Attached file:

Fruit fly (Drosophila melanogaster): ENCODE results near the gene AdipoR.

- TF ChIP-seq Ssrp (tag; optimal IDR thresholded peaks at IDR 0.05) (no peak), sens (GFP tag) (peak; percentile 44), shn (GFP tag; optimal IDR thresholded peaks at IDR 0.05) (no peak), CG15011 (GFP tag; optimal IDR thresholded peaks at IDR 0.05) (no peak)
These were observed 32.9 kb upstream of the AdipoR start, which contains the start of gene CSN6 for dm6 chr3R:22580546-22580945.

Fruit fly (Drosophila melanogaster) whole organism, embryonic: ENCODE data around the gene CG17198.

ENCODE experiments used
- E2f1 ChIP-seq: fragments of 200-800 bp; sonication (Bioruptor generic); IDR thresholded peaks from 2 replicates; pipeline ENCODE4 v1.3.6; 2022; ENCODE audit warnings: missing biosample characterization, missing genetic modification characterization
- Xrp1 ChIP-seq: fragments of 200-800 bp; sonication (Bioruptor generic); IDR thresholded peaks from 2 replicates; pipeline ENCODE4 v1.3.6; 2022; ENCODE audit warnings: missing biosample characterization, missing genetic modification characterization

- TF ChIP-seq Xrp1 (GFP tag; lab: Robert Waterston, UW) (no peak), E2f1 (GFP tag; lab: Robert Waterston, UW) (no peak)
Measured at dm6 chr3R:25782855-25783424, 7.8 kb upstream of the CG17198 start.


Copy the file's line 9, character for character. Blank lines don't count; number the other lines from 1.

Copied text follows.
Measured at dm6 chr3R:25782855-25783424, 7.8 kb upstream of the CG17198 start.